United States District Court, S.D. New York
October 6, 2014
PDV Sweeny, Inc., et al., Plaintiffs,
ConocoPhillips Company, et al., Defendant.
ALISON J. NATHAN, District Judge.
Before the Court is the request ("Redaction Request") submitted by Respondents ConocoPhillips Company ("ConocoPhillips") and Sweeny Coker Investor Sub, LLC, to seal Exhibits 1-5 attached to the Pizzurro Declaration, which was submitted with the Petitioner PDV Sweeney and PDV Texas' Petition to Vacate the Partial Award, and Exhibits A-G to the Prevatt Declaration, which was submitted with Respondent's Cross-Petition to Confirm, Recognize, and Enforce the Arbitration Award. For the reasons that follow, the request is provisionally granted with respect to Exhibits 3, 4, and 5 to the Pizzurro Declaration and portions of Exhibit 1 to the Pizzurro Declaration, and it is denied with respect to the remaining documents.
This action arises from a 1999 joint venture related to the operation of an oil refinery, undertaken by ConocoPhillips, on the one hand, and Petroleos de Venezuela, S.A. ("PDVSA") and certain of its subsidiaries, including Petitioners PDV Sweeny and PDV Texas, on the other. See Dkt. No. 2 if 15. Among the many interlocking contracts comprising the joint venture was a Transfer Agreement, which contained a provision the parties refer to as the "Call Option." Id. if 21. The underlying dispute centers upon ConocoPhillips' exercise of that Call Option to acquire PDVSA's entire interest in the joint venture. See id. ¶¶ 21-22.
Petitioners initiated an arbitration of their dispute under the ICC rules, seeking, among other things, a declaration that Respondents' exercise of the Call Option was invalid and ineffective. See id. if 35. Following briefing and a hearing, the arbitrators issued an April 23, 2014, Partial Award dismissing this claim in its entirety. Id. if 43. The arbitrators reserved the issues of costs and interest for the Final Award, which was ultimately issued on August 25, 2014. See Prevatt Deel. Ex. G (Final Award).
On July 11, 2014, Petitioners filed a petition to vacate the portion of the Partial Award dismissing their claim that the exercise of the Call Option was invalid and ineffective. See Dkt. No. 2 if 43. On August 29, 2014, the Respondents opposed the Petition and filed a Cross-Petition to Confirm, Recognize, and Enforce the Partial and Final Awards. Along with their Cross-Petition, Respondents submitted the instant Redaction Request.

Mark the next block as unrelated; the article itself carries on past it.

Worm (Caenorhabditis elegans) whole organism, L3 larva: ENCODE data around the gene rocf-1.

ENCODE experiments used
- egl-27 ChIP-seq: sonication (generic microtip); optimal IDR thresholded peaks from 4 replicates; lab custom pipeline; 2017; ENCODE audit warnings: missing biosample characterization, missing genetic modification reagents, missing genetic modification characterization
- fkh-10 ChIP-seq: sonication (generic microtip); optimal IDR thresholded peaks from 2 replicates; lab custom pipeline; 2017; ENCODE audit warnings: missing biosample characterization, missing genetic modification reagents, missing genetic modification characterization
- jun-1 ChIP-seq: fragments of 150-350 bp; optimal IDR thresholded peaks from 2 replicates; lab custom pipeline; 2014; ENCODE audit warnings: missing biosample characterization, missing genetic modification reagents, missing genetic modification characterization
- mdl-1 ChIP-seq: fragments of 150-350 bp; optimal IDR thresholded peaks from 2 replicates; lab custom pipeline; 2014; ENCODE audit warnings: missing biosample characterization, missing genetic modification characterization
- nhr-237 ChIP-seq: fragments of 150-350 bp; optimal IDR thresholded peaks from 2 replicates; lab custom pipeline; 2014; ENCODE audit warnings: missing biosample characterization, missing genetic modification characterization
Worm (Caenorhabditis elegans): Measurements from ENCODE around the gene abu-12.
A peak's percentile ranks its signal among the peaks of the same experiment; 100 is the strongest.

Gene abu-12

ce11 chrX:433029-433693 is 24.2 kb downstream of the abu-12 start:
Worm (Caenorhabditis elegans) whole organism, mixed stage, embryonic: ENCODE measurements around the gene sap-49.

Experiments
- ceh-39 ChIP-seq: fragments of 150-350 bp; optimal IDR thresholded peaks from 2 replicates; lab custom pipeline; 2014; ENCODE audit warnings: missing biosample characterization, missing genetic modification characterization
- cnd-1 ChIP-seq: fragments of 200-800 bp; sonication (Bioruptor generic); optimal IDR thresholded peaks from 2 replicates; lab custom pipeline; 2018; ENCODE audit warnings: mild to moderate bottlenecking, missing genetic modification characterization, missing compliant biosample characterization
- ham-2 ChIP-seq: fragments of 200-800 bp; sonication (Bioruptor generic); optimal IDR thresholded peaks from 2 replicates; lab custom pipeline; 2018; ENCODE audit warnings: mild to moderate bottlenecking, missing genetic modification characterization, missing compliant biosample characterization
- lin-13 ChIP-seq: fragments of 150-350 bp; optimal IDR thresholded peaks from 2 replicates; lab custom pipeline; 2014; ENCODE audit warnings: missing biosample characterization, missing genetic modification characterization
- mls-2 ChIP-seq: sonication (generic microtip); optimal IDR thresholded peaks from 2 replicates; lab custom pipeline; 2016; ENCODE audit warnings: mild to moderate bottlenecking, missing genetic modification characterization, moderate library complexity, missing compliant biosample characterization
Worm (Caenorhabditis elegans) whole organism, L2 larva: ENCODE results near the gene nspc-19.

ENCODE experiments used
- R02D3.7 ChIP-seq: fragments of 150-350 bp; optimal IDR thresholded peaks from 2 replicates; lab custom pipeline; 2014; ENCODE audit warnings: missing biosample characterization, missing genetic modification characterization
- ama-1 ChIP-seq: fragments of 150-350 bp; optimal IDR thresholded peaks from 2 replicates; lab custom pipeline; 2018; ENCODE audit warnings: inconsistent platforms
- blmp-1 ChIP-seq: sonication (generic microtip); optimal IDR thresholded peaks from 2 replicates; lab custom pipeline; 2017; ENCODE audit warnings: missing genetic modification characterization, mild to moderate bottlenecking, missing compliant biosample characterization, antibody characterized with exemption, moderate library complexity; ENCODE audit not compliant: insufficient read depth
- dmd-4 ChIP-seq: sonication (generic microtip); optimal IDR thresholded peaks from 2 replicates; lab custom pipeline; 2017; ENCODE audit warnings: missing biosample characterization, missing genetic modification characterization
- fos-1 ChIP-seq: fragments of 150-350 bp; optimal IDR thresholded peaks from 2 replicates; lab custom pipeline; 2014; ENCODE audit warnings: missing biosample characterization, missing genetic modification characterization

II. Legal Standard
In the Second Circuit, courts apply a three-step framework to determine whether to deny the public access to court-filed documents. First, the Court must "decide whether a document is a judicial document protected by the common law right of access, " i.e., "whether it is relevant to the performance of the judicial function and useful in the judicial process.'" United States v. Erie Cnty., ___ F.3d ___, No. 13-3653-cv, 2014 WL 4056326, at *3 (2d Cir. Aug. 18, 2014) (quoting Lugosch v. Pyramid Co. of Onondaga, 435 F.3d 110, 119 (2d Cir. 2006)). If a document is a judicial document, the presumption of access applies, and the Court proceeds to the second step of the analysis and "determine[s] the weight of the presumption of access, " which "is governed by the role of the material at issue in the exercise of Article III judicial power and the resultant value of such information to those monitoring the federal courts." Id. (quotation marks omitted). Third, "after determining the weight of the presumption of access, the court must balance competing considerations against it, " which "include but are not limited to the danger of impairing law enforcement or judicial efficiency and the privacy interests of those resisting disclosure." Lugosch, 435 F.3d at 120 (internal quotation marks omitted). "Only when competing interests outweigh the presumption may access be denied." Erie Cnty., 2014 WL 4056326, at *3.
"In addition to the common law right of access, it is well established that the public and the press have a qualified First Amendment right to attend judicial proceedings and to access certain judicial documents.'" Lugosch, 435 F.3d at 120 (quoting Hartford Courant Co. v. Pellegrino, 380 F.3d 83, 91 (2d Cir. 2004)). Where this First Amendment right of access applies, sealing is appropriate only if "on the record findings are made demonstrating that closure is essential to preserve higher values and is narrowly tailored to serve that interest." Id. (quoting In re New York Times Co., 828 F.2d 110, 116 (2d Cir. 1987)).
Respondents request that the following documents be sealed: Exhibits 1-5 to the Pizzuro Declaration, comprising the Partial Award and various documents submitted to the arbitrators, including the Transfer Agreement; and Exhibits A-G to the Prevatt Declaration, comprising excerpts from the pleadings to the arbitration and the Final Award.